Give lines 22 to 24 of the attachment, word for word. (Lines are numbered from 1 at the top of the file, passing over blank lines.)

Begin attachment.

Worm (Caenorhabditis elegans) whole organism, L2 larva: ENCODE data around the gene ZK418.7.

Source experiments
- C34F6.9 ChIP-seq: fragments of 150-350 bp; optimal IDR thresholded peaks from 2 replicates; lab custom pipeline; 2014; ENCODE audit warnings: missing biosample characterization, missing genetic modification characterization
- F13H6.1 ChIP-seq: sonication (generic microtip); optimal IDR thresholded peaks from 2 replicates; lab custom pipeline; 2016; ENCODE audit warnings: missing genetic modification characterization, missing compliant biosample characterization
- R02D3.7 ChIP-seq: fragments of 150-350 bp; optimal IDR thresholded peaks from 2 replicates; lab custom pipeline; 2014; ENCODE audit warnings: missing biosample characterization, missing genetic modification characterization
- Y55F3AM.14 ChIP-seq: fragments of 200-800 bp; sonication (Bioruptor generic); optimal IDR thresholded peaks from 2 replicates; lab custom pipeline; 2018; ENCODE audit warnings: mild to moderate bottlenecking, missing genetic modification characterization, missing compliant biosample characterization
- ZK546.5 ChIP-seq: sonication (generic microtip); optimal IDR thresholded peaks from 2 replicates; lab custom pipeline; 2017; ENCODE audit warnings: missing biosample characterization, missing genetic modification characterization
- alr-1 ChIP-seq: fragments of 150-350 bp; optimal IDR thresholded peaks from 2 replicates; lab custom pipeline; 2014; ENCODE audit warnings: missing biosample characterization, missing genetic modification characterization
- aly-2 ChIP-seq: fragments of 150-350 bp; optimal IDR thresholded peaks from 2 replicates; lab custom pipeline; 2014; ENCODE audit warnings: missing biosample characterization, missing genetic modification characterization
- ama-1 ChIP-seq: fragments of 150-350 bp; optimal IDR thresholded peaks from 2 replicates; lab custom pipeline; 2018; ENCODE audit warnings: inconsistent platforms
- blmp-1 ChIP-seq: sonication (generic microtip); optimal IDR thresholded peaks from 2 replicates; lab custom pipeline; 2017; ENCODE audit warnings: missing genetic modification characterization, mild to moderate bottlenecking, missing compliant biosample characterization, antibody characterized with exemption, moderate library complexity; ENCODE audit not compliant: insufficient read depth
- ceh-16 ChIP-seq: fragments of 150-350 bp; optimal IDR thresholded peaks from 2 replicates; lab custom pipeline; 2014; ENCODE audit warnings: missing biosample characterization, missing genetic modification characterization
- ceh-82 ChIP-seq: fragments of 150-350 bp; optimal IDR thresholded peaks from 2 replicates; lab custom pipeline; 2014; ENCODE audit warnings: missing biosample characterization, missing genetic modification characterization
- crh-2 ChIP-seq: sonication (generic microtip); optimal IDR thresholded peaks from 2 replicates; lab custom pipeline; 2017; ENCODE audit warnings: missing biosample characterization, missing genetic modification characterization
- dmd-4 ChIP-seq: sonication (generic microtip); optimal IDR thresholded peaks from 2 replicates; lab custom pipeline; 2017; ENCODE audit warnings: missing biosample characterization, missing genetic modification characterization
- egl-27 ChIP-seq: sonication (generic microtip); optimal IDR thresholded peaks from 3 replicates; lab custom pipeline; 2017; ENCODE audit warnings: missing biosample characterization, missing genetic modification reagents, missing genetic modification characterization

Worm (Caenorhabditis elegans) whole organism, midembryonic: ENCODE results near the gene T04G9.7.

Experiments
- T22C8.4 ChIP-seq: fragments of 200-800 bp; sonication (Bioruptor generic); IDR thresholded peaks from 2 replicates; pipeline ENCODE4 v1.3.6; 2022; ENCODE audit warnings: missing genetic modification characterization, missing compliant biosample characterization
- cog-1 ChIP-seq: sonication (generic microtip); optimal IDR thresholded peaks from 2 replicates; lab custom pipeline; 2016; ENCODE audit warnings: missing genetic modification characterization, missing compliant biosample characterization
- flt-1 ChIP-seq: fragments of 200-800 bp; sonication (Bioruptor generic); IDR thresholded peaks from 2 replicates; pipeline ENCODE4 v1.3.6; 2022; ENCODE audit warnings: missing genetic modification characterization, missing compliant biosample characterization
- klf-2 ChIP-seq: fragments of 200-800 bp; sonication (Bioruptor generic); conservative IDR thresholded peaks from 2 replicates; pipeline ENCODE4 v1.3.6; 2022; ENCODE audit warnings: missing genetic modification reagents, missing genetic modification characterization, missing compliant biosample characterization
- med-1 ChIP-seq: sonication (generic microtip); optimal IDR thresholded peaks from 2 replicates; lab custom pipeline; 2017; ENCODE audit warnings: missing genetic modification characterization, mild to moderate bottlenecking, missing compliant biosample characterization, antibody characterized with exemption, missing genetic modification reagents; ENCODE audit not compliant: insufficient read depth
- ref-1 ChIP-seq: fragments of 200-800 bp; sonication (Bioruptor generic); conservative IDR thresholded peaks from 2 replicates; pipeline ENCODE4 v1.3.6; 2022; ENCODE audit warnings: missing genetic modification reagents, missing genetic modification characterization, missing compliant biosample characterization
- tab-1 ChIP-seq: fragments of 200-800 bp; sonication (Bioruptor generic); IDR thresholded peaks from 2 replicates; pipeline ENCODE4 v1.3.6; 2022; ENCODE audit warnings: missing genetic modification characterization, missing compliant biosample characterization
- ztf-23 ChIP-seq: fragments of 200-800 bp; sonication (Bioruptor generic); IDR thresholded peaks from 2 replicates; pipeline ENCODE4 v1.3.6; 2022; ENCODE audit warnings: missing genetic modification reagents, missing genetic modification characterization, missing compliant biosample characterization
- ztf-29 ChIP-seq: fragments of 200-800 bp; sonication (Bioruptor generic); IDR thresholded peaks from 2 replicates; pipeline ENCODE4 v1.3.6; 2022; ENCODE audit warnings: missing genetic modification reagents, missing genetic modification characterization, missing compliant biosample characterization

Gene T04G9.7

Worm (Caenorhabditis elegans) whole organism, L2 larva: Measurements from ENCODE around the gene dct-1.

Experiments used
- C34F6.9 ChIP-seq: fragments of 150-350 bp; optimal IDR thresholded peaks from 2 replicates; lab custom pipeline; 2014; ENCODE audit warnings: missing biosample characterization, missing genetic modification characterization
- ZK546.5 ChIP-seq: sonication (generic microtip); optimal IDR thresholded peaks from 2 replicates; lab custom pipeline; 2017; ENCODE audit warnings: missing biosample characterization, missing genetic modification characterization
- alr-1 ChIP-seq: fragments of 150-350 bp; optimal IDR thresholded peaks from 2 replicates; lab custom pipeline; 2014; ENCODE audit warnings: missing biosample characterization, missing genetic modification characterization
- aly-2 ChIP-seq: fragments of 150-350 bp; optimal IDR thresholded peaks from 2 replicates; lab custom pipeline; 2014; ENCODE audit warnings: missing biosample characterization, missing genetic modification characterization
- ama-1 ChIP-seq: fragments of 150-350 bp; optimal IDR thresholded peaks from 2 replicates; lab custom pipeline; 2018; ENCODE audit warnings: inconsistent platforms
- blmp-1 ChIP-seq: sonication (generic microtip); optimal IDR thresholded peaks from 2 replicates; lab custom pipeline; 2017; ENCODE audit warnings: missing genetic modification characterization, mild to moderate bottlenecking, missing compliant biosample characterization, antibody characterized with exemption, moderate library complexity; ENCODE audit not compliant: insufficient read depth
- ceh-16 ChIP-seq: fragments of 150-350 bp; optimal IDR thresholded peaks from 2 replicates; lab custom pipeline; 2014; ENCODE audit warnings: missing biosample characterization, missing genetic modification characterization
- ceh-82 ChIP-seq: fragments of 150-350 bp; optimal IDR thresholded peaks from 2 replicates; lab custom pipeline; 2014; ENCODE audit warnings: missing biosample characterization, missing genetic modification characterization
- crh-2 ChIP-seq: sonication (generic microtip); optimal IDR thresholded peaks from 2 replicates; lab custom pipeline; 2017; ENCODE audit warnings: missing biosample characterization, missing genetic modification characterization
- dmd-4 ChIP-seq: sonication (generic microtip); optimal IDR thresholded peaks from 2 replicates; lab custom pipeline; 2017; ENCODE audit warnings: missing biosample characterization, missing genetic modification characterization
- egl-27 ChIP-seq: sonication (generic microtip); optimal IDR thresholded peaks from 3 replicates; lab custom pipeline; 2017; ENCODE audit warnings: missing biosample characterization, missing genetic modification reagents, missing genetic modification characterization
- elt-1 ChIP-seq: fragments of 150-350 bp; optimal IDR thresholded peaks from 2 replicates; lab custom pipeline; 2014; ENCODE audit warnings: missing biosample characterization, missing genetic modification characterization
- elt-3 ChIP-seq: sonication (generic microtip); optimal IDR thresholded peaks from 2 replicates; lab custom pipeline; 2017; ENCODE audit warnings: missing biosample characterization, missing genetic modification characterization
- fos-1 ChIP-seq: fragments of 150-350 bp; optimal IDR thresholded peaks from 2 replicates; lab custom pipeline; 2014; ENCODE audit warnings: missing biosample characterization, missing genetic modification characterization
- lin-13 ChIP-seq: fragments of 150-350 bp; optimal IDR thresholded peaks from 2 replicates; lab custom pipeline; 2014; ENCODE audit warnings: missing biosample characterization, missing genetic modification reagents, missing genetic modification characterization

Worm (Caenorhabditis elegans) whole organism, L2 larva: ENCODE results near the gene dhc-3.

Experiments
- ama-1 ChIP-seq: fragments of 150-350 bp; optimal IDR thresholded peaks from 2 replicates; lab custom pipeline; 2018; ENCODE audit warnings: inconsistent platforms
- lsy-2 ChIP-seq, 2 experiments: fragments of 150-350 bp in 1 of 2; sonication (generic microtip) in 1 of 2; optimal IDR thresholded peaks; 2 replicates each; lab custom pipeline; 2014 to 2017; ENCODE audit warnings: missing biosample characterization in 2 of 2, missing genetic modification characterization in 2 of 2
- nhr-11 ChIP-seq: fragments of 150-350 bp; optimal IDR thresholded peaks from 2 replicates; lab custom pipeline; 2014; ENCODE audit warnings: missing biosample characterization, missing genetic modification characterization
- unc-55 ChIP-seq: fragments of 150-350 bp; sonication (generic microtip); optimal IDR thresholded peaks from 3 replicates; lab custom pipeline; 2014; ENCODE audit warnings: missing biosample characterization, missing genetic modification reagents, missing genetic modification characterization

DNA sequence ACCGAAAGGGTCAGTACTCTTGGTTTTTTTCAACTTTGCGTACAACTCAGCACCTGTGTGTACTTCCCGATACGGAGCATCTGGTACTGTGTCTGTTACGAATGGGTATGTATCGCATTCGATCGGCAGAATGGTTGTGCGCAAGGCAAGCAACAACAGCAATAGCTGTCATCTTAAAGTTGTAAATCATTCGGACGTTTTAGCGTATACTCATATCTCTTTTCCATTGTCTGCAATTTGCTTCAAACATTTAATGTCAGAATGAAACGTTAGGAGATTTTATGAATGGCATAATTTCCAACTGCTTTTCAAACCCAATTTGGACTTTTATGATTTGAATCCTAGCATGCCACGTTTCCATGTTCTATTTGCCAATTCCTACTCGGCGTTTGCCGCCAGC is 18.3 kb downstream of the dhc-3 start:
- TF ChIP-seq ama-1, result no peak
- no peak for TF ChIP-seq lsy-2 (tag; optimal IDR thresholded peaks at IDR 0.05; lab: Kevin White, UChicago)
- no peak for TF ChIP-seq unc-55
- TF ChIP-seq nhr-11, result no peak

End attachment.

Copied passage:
- klf-2 ChIP-seq: fragments of 200-800 bp; sonication (Bioruptor generic); conservative IDR thresholded peaks from 2 replicates; pipeline ENCODE4 v1.3.6; 2022; ENCODE audit warnings: missing genetic modification reagents, missing genetic modification characterization, missing compliant biosample characterization
- med-1 ChIP-seq: sonication (generic microtip); optimal IDR thresholded peaks from 2 replicates; lab custom pipeline; 2017; ENCODE audit warnings: missing genetic modification characterization, mild to moderate bottlenecking, missing compliant biosample characterization, antibody characterized with exemption, missing genetic modification reagents; ENCODE audit not compliant: insufficient read depth
- ref-1 ChIP-seq: fragments of 200-800 bp; sonication (Bioruptor generic); conservative IDR thresholded peaks from 2 replicates; pipeline ENCODE4 v1.3.6; 2022; ENCODE audit warnings: missing genetic modification reagents, missing genetic modification characterization, missing compliant biosample characterization